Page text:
Review by Tony McFadden, author of “Daly Battles: The Fall of Pyongyang”
Title: Lost in Thought
Author: Simon Townley
Publisher: Beardale Books
From the “back cover”: A secret that could change the world is lost inside Richard Trescerrick’s comatose mind. The only hope – the Brainscape device, an experimental mind-link technology and doorway to the subconscious.
Estranged son Luke risks his life and sanity on a mission to wake his father, retrieve the algorithm, unmask a killer and expose a conspiracy.
But in the labyrinth of the Brainscape, death is real. Enemies lurk behind every memory. Secrets spawn riddles wrapped in metaphor. Stories come alive. And monsters are made flesh.
“Lost in Thought” is a psychological thriller, the bastard child of Inception, The Cell, and a little bit of The Matrix.
Luke Trescerrick is in a bad place. His mother is dead, his father, Richard, is emotionally unreachable and his young son, Daniel, is possibly autistic and definitely in need of professional help. When it can’t possibly get worse, he’s evicted from his crappy little Cornish cottage by his father, who then is a victim of a home invasion, left in a coma.
It’s the coma that is the centrepiece of the novel. The coma, and Brainscape – a device invented by his father to enter the (sub)consciousness of others.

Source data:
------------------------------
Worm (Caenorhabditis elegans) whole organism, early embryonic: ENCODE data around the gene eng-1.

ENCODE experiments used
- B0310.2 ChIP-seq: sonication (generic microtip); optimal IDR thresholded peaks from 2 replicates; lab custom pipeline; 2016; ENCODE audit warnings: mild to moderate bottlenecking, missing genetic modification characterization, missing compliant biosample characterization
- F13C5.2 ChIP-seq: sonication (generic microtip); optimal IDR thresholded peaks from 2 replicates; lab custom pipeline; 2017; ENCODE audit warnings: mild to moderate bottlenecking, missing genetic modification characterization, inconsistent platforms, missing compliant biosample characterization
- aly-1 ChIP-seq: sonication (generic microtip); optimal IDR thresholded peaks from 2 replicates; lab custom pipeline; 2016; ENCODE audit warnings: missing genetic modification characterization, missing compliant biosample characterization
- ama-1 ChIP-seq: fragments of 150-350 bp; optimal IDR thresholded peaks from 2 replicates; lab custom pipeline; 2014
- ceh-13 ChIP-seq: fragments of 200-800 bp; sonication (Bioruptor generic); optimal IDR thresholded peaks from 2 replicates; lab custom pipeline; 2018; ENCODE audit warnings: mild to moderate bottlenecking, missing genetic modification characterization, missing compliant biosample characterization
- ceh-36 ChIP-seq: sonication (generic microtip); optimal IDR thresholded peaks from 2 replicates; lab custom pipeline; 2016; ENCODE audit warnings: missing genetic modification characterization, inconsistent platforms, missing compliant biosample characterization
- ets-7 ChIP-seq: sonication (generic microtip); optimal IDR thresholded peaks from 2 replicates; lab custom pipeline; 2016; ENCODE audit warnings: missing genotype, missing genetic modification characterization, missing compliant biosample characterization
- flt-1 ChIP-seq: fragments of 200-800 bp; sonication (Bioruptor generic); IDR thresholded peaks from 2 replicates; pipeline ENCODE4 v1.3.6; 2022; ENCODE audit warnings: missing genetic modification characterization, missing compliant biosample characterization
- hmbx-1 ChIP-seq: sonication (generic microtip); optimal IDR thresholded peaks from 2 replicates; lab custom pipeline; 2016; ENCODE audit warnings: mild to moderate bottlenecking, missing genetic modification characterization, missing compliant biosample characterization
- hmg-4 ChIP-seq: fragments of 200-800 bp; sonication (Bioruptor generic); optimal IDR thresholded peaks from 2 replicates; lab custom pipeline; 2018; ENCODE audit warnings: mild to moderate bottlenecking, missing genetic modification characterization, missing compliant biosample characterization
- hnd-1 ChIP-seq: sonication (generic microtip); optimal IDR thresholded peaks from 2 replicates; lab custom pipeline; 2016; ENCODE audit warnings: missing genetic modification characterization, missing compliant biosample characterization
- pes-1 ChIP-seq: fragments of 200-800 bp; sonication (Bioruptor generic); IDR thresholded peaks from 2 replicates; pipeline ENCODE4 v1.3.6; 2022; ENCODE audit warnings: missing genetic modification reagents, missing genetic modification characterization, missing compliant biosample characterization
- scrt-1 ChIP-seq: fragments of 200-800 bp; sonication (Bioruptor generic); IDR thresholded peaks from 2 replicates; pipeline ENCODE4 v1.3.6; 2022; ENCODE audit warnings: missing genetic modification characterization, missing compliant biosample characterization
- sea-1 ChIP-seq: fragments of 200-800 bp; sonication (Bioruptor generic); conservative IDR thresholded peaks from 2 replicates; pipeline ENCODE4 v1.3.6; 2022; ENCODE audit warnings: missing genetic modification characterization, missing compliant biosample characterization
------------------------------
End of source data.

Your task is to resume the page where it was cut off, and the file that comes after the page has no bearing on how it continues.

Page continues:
Richard kept a key part of the device secret. His business partner is keen to use Brainscape to go in and try and find the key. Medical professionals are interested in seeing if Brainscape can help lift Richard out of the coma and the police, specifically one eager, ambitious Detective Inspector Yvonne Warren, is very interested in the potential investigative powers of the tool.
They enter Richard’s subconscious and embark on a journey of ego, super-ego, id, metaphors and archetypes, all running around in the fantastic world of Richard’s imagination and memories.
After a bit of a slow start (not so slow that I was tempted to stop reading), the pace quickly picks up once the band of not so merry men and women start traversing the brain. Townley does a good job of creating the main characters – Luke, his father, Cate the psychologist and Dubois, the business partner, are real. The worlds are real. At least as real as imaginary worlds can be, and the premise of summoning metaphors and archetypes move around and solve problems while inside the subconscious is genius. And the ticket out, a brilliant idea.
Townley does a great job with this book. Structurally there is nothing wrong and Luke’s evolution is a very well-defined arc. A strong four stars. I’m looking forward to reading more of his work.